Connect Students with a Mentor If Possible
Not every teacher can connect their ESL students to a mentor, but if you can then do it! Think about where your students will be once they leave your classroom. Are they going into the workforce? Will they attend school? Think about connections you have or could make and then introduce your students to someone who might be able to mentor them either now before they go or after they are in that environment. It might be someone in their job field, a student who attends the school they are headed to, or even someone in the community like the Big Brother/Big Sister program. The more people that your students can go to for information and encouragement, the more likely their success in the wide, wide world.
Role Play Situations Which They Are Likely to Encounter
When your ESL students leave the safety of your classroom, they will find themselves in different situations depending on their age and goals. Think about where your students are headed and then recreate the situation in your classroom. In other words, do roleplays. You might roleplay interviewing for a job or approaching a professor about a question or asking a fellow student to trade lunches in the cafeteria. You’ll have to think about the specifics of where your students are headed and then bring their future environment into their present.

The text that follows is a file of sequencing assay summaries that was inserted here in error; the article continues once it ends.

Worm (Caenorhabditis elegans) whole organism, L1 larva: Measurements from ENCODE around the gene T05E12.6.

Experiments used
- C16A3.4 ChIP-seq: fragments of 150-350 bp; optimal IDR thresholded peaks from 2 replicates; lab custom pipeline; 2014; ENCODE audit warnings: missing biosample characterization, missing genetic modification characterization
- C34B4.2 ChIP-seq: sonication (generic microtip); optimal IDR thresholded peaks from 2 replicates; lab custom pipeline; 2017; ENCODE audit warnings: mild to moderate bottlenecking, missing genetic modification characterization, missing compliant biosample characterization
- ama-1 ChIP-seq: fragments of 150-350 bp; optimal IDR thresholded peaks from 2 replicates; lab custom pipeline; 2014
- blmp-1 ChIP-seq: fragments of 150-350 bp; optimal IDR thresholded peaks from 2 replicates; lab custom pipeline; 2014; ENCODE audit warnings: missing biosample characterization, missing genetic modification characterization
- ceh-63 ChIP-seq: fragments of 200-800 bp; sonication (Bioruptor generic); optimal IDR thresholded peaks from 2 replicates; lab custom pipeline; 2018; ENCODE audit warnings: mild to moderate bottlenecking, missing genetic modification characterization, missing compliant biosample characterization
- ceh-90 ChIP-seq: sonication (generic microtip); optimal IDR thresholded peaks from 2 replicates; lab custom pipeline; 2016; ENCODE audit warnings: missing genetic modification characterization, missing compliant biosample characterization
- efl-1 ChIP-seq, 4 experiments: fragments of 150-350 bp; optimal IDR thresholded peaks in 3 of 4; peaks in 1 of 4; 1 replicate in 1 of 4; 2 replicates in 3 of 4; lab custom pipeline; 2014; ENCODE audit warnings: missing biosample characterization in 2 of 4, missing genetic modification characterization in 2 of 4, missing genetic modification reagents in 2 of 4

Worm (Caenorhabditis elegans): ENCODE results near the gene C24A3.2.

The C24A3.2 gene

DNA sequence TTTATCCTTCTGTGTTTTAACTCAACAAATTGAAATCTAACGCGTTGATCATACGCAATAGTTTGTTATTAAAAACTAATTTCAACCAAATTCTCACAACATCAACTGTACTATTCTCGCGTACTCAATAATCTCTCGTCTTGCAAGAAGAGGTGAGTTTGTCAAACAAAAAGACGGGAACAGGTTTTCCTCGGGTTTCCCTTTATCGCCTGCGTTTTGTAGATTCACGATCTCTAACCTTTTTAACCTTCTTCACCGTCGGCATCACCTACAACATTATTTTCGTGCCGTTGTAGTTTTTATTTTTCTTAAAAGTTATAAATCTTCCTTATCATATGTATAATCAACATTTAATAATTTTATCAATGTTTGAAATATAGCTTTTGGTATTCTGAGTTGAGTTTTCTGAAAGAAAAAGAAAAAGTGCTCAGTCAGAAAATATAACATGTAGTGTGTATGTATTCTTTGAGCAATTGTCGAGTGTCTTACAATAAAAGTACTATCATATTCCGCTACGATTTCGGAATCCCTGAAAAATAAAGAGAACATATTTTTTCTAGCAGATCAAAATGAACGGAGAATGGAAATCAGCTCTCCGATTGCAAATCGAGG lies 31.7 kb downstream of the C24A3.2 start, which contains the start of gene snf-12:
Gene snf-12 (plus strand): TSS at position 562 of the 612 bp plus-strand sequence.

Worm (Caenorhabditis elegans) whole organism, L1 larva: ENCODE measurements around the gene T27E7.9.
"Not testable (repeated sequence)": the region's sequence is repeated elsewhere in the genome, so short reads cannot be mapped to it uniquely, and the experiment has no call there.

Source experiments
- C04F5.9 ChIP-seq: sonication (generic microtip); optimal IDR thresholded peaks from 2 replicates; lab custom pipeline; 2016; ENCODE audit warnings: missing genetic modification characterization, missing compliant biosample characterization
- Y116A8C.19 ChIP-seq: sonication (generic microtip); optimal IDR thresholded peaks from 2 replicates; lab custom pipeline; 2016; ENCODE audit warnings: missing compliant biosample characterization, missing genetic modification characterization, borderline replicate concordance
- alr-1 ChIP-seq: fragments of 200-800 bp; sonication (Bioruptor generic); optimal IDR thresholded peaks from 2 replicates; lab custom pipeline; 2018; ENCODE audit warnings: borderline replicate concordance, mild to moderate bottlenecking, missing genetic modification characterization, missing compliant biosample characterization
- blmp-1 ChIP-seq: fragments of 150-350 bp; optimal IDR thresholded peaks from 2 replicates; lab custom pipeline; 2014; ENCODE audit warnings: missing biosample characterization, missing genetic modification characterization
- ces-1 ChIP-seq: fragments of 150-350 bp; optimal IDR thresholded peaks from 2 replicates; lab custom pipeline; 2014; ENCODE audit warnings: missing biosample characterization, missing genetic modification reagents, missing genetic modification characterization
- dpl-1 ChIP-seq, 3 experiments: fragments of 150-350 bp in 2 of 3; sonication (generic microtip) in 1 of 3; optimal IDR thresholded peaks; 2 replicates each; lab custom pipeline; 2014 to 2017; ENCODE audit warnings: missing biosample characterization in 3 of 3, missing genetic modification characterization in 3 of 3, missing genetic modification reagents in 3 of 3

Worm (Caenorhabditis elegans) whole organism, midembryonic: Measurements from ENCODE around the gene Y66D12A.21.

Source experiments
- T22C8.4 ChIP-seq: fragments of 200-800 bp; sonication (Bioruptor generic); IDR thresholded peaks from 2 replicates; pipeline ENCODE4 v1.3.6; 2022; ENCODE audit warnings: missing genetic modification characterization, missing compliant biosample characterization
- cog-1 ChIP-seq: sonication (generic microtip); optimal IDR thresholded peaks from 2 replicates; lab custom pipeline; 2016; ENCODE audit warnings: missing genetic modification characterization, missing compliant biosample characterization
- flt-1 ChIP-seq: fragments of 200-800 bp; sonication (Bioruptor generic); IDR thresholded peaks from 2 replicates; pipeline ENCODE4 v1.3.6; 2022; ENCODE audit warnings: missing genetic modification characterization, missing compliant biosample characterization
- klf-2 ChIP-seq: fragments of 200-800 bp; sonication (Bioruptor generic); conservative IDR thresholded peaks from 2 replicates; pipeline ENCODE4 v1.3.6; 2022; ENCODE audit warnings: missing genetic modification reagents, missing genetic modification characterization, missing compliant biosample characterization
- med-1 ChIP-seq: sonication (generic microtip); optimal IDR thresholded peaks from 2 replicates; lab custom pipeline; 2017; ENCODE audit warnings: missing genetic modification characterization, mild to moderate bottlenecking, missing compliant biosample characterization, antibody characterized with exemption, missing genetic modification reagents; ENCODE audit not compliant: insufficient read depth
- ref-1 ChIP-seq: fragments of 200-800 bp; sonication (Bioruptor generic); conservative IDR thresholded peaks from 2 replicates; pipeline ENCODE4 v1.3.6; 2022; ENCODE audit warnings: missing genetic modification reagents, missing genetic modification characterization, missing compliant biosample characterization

Plan a Reunion
Reunions aren’t just for high school. Just knowing that you’ll see your strongest supporters again is enough to give anyone a boost through tough times. If your students are heading out at the end of the school year, plan on a back to school or back to ESL evening sometime in the fall. Keep those social relationships strong among your students. When they know the end of your class isn’t the end of their friendships, they will have strength to tackle the intimidating when they no longer see each other every day.
Connect with Their Parents If Appropriate
The more people that are involved in your students’ education, the more successful they will be. So if you teach young learners, get their parents involved in their education to guarantee the greatest success for them. Of course, this isn’t always easy, especially when Mom and Dad don’t speak English, but it’s worth trying for. Have a night for parents to get to know you. Send letters home, or even better, emails which they can copy and paste into a translation website. Invite parents to volunteer in class. Try to let parents know what you are doing in class and what your goals are for their children and then invite them to come alongside you and their children. You may not be with your students when they complete your program, but their parents still will be.
Encourage Students to Have the Right Attitude
Graduating from an ESL class or program isn’t about passing or failing. Your students shouldn’t think that just because they are finished with your classroom that they are done learning. The most learned people in the world have earned that title because they are never done learning, and that’s the same attitude your students should have when it comes to language. Just because they are done with your class, they aren’t done learning English. They should aim to keep learning more and more and increasing their proficiency in English. If you can help them establish this attitude while they are still in your class, they will see much success when its’ time to leave the nest.